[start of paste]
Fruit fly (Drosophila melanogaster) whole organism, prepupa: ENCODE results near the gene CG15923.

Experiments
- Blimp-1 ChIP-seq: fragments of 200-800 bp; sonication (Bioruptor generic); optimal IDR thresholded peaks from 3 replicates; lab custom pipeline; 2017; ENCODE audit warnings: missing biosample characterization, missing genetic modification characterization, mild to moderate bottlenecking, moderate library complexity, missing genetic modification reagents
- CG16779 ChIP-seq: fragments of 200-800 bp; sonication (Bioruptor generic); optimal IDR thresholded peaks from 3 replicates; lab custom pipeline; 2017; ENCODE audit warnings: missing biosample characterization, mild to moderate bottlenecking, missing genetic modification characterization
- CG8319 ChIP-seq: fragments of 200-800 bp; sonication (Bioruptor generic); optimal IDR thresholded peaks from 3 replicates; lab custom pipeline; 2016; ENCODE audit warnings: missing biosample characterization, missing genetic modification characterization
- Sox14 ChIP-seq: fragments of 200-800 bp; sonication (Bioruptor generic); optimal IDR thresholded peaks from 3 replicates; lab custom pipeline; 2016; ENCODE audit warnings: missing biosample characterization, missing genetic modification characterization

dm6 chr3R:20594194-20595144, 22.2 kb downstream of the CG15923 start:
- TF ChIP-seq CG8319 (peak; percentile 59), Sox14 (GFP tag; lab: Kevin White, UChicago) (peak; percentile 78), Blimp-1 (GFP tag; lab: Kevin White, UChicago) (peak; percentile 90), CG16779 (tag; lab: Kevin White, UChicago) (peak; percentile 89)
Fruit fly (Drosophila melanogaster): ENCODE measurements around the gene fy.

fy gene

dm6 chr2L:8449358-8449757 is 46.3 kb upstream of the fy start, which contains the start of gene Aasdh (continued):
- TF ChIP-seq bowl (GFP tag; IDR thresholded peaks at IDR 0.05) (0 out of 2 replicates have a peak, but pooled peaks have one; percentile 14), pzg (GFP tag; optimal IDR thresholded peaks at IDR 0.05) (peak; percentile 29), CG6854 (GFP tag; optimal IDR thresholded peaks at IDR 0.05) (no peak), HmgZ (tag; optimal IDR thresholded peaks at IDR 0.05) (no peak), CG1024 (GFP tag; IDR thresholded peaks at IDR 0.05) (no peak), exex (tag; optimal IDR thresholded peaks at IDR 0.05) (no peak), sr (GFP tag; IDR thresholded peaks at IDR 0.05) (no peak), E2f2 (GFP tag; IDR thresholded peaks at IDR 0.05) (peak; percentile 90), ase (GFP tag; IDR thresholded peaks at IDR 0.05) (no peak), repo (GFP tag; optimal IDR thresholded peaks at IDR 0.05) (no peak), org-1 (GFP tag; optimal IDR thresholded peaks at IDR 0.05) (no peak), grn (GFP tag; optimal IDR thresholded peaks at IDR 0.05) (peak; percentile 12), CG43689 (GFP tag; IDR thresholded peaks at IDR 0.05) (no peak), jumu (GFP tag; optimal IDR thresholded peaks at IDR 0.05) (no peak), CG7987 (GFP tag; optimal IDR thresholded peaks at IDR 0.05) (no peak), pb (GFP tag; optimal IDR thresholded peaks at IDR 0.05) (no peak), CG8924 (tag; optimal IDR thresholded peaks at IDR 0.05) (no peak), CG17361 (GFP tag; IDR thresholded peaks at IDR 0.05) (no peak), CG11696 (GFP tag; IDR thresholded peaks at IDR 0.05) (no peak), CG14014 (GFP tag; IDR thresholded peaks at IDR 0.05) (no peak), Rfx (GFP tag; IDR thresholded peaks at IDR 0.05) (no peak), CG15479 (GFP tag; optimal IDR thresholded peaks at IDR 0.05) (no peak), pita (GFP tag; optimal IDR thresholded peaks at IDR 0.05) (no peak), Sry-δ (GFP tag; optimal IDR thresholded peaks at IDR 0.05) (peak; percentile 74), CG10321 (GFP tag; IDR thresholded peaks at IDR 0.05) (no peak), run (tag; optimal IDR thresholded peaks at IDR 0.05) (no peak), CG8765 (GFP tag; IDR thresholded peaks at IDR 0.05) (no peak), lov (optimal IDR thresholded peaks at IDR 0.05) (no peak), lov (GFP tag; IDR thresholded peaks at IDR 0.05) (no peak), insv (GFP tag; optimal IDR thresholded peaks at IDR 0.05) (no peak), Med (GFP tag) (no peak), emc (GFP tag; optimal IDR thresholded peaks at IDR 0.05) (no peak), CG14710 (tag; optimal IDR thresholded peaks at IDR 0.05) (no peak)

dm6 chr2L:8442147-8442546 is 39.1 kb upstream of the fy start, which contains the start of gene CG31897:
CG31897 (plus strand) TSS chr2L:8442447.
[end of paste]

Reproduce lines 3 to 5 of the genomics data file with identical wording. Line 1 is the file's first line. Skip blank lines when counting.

- Blimp-1 ChIP-seq: fragments of 200-800 bp; sonication (Bioruptor generic); optimal IDR thresholded peaks from 3 replicates; lab custom pipeline; 2017; ENCODE audit warnings: missing biosample characterization, missing genetic modification characterization, mild to moderate bottlenecking, moderate library complexity, missing genetic modification reagents
- CG16779 ChIP-seq: fragments of 200-800 bp; sonication (Bioruptor generic); optimal IDR thresholded peaks from 3 replicates; lab custom pipeline; 2017; ENCODE audit warnings: missing biosample characterization, mild to moderate bottlenecking, missing genetic modification characterization
- CG8319 ChIP-seq: fragments of 200-800 bp; sonication (Bioruptor generic); optimal IDR thresholded peaks from 3 replicates; lab custom pipeline; 2016; ENCODE audit warnings: missing biosample characterization, missing genetic modification characterization